Common conditions of pet rodents include respiratory diseases, anorexia and lethargy, overgrown
teeth, and tumours. Prevention of most rodent diseases is best achieved by maintaining good hygiene habits and reducing potential for stress.
What are the signs of these diseases?
Respiratory infections are commonly seen in pet rodents. Signs include nasal and/or eye discharge in mild infections, and wheezing, coughing, and open-mouth breathing in severe infections. The sicker animals often stop eating and become lethargic. Bordetella is one such bacterium that affects guinea pigs and can be fatal. Since rabbits carry this organism without showing signs of illness, some authorities recommended that rabbits and guinea pigs not be housed together. Others, however feel that the risk is small and that rabbits and guinea pigs make excellent cage companions. In mice and rats, this is often caused by a mycoplasma, a type of bacterium. Other agents, such as Pasteurella and Streptococcus bacteria, can also cause pneumonia. Regardless of the exact cause of respiratory disease in pet rodents, respiratory infections are common. Anything that predisposes the pet to a respiratory infection (such as dusty cage bedding or dirty flooring that holds in ammonia from the pet’s urine) should be corrected to lessen the incidence of respiratory problems.
Anorexia and lethargy are among the most common signs seen in sick pet rodents. Unfortunately, while this type of complaint does confirm that SOMETHING is wrong, it doesn’t tell the vet WHAT is wrong. ANY disease can cause an animal to not feel good. As with other exotic pets, the sooner a sick rodent is seen and treated, the better the prognosis (chance of cure).
All rodents have teeth that grow continuously throughout their lives; occasionally these teeth grow too long and cause the pet to stop eating. Sometimes you might see your pet drooling or having a wet chin (“slobbers”). Often the front teeth, the incisors, have overgrown and are interfering with eating. Sometimes the back teeth, the molars, have overgrown and make eating painful.
Cancer is often seen in pet rodents, most commonly as external tumours. Mammary tumours are probably the most common type of cancer seen and are especially common in pet rats and mice. Amazingly, breast tissue in these pets covers most of the body, so breast cancer can even appear as a lump on the back of the pet!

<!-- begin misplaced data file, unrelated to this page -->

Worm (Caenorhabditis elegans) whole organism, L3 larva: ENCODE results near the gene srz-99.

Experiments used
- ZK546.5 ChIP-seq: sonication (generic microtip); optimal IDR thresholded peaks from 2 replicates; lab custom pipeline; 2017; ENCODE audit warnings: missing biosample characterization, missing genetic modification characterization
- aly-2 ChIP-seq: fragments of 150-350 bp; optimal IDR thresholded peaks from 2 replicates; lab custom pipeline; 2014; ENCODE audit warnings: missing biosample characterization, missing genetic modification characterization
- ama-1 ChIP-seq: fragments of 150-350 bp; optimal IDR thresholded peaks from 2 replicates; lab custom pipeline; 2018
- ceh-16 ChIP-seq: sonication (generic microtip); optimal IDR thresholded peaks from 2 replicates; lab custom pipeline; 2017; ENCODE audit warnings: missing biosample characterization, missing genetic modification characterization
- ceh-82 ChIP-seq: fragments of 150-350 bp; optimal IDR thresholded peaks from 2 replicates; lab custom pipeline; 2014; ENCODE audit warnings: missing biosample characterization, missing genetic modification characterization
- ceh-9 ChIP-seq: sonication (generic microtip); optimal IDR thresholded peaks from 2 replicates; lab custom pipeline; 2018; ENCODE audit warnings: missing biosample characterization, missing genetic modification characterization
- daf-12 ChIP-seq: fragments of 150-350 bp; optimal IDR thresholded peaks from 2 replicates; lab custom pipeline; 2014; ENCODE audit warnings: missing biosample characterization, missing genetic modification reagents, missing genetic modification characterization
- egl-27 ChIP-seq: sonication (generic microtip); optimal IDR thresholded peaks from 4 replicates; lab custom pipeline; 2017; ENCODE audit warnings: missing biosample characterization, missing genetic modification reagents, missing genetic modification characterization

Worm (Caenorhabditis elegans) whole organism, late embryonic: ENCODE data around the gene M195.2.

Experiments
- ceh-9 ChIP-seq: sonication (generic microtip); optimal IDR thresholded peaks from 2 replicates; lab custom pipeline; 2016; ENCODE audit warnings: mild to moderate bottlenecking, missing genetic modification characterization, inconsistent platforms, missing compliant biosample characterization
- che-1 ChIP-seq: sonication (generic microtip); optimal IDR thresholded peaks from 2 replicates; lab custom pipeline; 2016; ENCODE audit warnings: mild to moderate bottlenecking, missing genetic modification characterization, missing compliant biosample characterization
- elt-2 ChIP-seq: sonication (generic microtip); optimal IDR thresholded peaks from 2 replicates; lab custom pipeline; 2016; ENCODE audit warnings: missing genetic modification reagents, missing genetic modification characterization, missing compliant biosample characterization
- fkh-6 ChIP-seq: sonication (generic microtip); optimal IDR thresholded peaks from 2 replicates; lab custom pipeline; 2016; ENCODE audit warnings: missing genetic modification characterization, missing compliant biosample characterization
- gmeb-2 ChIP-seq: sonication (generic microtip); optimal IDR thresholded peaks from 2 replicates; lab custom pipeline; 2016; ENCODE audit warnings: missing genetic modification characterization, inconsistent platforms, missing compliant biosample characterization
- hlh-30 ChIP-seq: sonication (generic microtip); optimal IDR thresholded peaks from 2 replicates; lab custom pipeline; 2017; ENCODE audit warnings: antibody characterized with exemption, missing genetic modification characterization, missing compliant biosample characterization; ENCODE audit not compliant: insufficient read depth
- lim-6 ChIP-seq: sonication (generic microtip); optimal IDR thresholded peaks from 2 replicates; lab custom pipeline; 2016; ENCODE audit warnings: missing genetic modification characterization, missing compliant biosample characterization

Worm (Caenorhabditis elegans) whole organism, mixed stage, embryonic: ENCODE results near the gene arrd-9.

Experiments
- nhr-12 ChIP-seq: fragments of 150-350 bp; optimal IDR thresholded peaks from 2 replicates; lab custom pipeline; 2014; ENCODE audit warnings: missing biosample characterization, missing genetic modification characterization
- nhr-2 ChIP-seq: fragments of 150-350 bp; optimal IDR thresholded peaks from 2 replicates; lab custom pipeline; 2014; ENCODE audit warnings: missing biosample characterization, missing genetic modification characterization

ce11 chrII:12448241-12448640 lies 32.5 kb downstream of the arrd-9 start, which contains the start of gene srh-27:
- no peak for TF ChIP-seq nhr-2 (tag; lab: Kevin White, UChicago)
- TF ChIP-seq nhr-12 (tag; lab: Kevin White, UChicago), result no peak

How are rodent diseases treated?
Respiratory diseases are easily diagnosed based on clinical signs; radiographs can be used to confirm a diagnosis, and antibiotic treatment is indicated. Supportive care in the hospital, including force-feeding and fluid therapy, may be needed for pets with serious infections.
Anorexia (loss of appetite) and lethargy are signs of disease and not a disease per se. Successfully treating rodents with anorexia and lethargy requires an accurate diagnosis; often this is not possible due to the cost of advanced diagnostics and the limited
ability to perform certain diagnostic tests, such as the difficulty encountered when trying to draw blood from most pet rodents.
Overgrown teeth need to be trimmed. Trimming the incisors is done under anaesthesia with a rotating burr. The diagnosis of overgrown molars (back teeth) usually requires anaesthesia and xrays; treatment is trimming of the molars. The disease can often be prevented by offering something for the pet to chew, such as a block of wood.
Tumours are removed surgically under anaesthesia. Intra-abdominal tumours can often be removed, but the procedure is more difficult than for removal of external tumours. The earlier the tumour is removed, the easier the surgery.
How can I tell if my rodent is sick?
Signs of disease in rodents may be specific for a certain disease. Most commonly, however, signs are vague and non-specific, such as a rodent with anorexia (lack of appetite) and lethargy, which can be seen with many diseases including pneumonia, cancer, and even kidney or liver failure.
ANY deviation from normal should be a cause for concern and requires immediate evaluation by your veterinary surgeon at Warrnambool Veterinary.